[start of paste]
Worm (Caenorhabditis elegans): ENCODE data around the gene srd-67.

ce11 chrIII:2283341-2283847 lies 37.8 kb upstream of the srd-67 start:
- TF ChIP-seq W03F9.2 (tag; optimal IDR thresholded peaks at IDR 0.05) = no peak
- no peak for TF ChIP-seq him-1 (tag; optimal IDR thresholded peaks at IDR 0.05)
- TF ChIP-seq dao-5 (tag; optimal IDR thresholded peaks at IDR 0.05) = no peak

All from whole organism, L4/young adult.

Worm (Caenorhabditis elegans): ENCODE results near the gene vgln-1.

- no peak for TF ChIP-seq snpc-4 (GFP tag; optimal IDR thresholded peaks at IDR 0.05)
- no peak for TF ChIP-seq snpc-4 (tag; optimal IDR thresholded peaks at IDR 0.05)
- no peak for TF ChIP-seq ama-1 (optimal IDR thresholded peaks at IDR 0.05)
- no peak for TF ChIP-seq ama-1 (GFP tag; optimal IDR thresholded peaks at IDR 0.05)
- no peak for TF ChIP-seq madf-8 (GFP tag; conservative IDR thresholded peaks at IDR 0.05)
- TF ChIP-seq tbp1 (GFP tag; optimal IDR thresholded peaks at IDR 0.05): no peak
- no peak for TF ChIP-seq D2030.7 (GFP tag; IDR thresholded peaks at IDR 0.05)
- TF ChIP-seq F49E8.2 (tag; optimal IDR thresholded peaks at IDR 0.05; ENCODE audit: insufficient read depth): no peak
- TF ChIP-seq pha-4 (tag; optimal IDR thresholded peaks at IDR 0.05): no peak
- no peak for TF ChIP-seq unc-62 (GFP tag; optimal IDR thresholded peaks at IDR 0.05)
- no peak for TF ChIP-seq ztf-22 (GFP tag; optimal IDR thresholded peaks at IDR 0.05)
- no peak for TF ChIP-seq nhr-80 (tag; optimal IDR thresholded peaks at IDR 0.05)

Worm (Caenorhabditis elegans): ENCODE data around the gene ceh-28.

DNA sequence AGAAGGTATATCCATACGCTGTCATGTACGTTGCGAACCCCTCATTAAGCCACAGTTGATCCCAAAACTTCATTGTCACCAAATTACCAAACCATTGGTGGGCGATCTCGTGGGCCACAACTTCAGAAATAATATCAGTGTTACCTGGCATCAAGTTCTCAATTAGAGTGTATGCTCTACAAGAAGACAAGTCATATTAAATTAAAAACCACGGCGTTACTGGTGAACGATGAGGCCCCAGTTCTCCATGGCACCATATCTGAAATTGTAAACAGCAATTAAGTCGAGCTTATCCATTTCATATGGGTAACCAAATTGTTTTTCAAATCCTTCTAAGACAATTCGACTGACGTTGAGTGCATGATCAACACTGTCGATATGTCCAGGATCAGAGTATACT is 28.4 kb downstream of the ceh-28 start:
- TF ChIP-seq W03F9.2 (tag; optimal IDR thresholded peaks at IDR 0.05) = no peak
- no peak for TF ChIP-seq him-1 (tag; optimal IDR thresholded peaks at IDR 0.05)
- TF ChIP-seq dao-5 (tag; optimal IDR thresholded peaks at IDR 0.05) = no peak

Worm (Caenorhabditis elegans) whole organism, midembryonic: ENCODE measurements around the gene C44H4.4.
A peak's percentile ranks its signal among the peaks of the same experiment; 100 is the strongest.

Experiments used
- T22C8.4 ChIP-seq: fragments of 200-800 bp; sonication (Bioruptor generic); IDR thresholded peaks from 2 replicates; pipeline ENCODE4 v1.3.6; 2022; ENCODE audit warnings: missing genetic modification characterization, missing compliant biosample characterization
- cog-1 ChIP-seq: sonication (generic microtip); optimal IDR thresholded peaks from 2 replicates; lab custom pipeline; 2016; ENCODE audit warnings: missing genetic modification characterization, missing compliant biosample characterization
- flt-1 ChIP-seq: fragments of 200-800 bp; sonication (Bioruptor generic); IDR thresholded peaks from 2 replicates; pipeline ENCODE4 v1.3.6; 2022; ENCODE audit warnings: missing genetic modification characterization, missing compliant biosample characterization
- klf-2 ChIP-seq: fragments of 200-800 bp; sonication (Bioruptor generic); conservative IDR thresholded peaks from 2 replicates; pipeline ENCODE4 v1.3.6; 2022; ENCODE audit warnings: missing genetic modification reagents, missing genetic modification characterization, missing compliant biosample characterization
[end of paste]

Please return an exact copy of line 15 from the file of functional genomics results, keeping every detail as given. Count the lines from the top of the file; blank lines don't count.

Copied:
- TF ChIP-seq F49E8.2 (tag; optimal IDR thresholded peaks at IDR 0.05; ENCODE audit: insufficient read depth): no peak